Purchase this article with an account.
Michael R Kozlowski, K. Elizabeth Bond, Mandana Nasiri Manesh, Retina; Inhibition of Senescence in RPE Cells by Astragaloside IV: Implications for Treating AMD. Invest. Ophthalmol. Vis. Sci. 2015;56(7 ):178.
Download citation file:
© ARVO (1962-2015); The Authors (2016-present)
The purpose of this study is to assess the potential utility of astragaloside IV (AG4) in treating age-related macular degeneration (AMD). A growing body of evidence suggests that senescence of the retinal pigment epithelial (RPE) cells contributes to the pathology of AMD. One of the primary triggers of senescence in many types of cells is critical shortening of chromosomal telomeres. This can be produced either by erosion during a large number of cell divisions, or by breakage through oxidative damage. AG4 has been reported to reduce the number of critically short telomeres and to attenuate the effects of senescence in other systems. The present study was undertaken to determine whether AG4 also attenuates the signs of senescence in RPE cells.
The ARPE-19 human RPE cell line was used to model RPE cells. Signs of senescence were induced in ARPE-19 cultures either by growing them through a large number of cell divisions or by exposing them to an oxidizing agent (tert-butyl hydroperoxide; tBHP). The occurrence of senescence was monitored by staining the cultures for senescence-associated beta-galactosidase (SABG) activity and counting the percentage of cells that stained positively. Cultures were treated with either AG4 or its vehicle while growing to senescence, or before and after treatment with tBPH.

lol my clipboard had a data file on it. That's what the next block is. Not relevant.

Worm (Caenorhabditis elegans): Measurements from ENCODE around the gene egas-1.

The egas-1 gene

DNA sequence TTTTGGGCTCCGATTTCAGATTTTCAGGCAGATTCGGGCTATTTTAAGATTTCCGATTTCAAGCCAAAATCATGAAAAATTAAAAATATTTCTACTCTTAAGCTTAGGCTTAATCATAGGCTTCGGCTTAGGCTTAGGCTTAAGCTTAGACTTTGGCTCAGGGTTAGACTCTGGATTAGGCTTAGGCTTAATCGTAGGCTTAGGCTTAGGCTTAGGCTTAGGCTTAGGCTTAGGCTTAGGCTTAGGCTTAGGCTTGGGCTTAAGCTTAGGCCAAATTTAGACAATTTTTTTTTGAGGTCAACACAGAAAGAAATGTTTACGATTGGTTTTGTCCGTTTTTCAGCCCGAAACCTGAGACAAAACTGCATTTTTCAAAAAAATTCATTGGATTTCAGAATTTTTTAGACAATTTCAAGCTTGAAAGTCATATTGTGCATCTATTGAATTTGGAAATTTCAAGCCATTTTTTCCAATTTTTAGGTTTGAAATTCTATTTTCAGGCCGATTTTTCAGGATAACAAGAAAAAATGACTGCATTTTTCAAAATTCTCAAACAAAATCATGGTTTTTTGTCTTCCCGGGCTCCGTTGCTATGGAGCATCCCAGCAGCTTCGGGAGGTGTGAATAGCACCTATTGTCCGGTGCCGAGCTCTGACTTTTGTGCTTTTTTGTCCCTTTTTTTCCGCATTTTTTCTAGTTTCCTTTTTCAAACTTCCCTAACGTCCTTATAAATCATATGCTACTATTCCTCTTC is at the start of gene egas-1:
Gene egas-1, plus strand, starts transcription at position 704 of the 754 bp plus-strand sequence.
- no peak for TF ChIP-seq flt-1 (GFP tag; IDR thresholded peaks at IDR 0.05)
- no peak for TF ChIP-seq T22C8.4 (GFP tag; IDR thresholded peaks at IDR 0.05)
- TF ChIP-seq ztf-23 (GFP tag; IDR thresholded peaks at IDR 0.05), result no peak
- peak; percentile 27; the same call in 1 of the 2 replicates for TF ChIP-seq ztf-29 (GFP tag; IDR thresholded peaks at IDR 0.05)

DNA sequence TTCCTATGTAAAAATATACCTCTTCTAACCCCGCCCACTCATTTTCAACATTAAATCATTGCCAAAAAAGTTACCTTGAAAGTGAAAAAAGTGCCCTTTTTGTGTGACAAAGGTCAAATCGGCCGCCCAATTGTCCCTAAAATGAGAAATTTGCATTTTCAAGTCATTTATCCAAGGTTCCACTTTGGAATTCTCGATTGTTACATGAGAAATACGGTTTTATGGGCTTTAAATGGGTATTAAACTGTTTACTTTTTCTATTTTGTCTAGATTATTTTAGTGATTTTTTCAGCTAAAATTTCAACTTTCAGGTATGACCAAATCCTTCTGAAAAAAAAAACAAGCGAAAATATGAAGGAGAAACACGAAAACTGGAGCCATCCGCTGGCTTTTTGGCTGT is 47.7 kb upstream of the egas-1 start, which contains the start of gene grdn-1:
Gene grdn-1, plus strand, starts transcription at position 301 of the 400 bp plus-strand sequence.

ARPE-19 cells that had sustained the number of cell divisions at which senescent signs normally appear (55-79) displayed fewer SABG-stained cells if they had been grown in the presence of AG4 than if they had been grown in the presence of its vehicle. AG4 also inhibited another sign of senescence: a transient decrease in cell viability. Likewise, ARPE-19 cultures that had been treated with tBHP contained fewer SABG-stained cells if they had been treated with AG4 before and after the tBHP exposure.
AG4 reduced the signs of senescence in ARPE-19 cells, as it has also been reported to do in other systems. This reduction occurred whether senescence was induced by multiple rounds of cell division or through treatment with an oxidizing agent. This is significant since oxidative damage may be a major pathway to cell senescence in the retina. The ability of AG4 to reduce senescence in RPE cells suggests that it, or compounds with like activity, may be useful in treating AMD.
This PDF is available to Subscribers Only